Predictive sourcing leverages the unprecedented processing power of AI and ML, turning the technology loose on the vast pool of supplier data and variables. Using predictive analytics in procurement, the results are forecasts covering suppliers and pricing. With predictive sourcing, procurement teams can anticipate outcomes with a high degree of confidence. They can be proactive in their supplier management instead of reactive.

How Can Predictive Sourcing Keep You Ahead of the Market?

As a member of your company’s sourcing team, what is the advantage of predictive sourcing? Can it keep you ahead of the market?

Let’s circle back to the global semiconductor shortage and its impact on the automobile industry. There are only several dozen chip fabrication plants in operation. A few companies dominate, with their fab plants making semiconductors under contract for other companies, which in turn sell chips through the supply chain.

Predictive analytics in procurement would have seen the warning signs converging last year:

      • Increased demand for high-tech products across multiple sectors,
      • a new generation of game consoles launching,
      • geopolitical tensions resulting in Chinese companies buying up microprocessor stockpiles, and
      • chip fabrication plants starting to reach their maximum production capacity.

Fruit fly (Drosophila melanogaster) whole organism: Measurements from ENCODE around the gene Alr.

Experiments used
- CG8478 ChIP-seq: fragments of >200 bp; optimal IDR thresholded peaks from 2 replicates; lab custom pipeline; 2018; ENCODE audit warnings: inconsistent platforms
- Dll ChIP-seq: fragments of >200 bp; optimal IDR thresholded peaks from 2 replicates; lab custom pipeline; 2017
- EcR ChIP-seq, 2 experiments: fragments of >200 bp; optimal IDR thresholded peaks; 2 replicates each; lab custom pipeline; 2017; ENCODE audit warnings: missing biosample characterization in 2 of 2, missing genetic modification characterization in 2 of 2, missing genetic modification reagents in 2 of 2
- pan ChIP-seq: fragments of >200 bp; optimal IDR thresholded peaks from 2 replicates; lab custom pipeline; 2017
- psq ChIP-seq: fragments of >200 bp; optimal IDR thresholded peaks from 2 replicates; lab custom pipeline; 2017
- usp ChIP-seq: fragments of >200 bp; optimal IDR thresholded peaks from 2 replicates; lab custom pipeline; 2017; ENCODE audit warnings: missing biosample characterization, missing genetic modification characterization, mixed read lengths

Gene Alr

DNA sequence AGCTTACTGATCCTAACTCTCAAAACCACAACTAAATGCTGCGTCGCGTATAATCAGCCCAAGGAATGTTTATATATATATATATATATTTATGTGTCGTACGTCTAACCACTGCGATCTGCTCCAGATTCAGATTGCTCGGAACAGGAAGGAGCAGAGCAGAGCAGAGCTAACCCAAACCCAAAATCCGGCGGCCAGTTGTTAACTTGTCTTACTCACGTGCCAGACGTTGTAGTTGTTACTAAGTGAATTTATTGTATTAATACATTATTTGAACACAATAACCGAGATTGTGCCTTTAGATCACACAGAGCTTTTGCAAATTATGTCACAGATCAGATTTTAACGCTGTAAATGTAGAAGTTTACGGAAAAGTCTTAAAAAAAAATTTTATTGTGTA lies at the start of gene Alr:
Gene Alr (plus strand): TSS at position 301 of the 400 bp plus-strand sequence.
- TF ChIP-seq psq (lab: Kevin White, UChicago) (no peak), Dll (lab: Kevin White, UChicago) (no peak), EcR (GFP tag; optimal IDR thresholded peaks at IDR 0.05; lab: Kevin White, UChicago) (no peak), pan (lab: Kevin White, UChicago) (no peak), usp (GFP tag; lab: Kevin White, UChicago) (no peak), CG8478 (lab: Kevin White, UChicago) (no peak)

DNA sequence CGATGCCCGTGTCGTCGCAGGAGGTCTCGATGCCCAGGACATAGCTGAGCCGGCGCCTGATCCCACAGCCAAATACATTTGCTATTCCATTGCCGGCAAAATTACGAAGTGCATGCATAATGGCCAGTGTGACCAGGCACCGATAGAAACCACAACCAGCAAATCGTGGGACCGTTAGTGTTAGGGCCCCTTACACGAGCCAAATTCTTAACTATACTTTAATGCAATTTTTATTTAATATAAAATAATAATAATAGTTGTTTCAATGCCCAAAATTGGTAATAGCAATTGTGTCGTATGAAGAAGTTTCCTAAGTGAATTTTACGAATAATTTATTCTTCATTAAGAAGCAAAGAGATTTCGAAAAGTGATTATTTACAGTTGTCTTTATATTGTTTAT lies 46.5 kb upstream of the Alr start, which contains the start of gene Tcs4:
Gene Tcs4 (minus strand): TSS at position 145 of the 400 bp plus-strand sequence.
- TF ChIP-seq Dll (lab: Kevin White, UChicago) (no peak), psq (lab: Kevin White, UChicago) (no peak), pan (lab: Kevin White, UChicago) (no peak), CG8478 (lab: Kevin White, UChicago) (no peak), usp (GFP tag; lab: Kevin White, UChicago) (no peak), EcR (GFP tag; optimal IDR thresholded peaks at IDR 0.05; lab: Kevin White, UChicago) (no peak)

Of course, predictive analytics can’t anticipate events like a factory fire or chip production in Texas being disrupted by a winter storm. However, AI and ML would be able to see the impact of past similar events and their disruption to the supply chain and add that potential to its forecast model.

An automaker that employed predictive sourcing would have been able to act on these dramatic market changes before they happened. They would have moved quickly to lock up a semiconductor supply early in 2020. Instead of paying a premium—or running out of chips altogether—its assembly lines would keep humming. Instead of layoffs and lost sales, it would be shipping cars to dealerships to take advantage of the surging demand for new vehicles.

Learn More Predictive Sourcing

What’s the next step for your procurement team? How will you stay ahead of the market? Visit Arkestro to learn more about predictive sourcing and see how you can leverage the power of Arkestro to be proactive to market changes.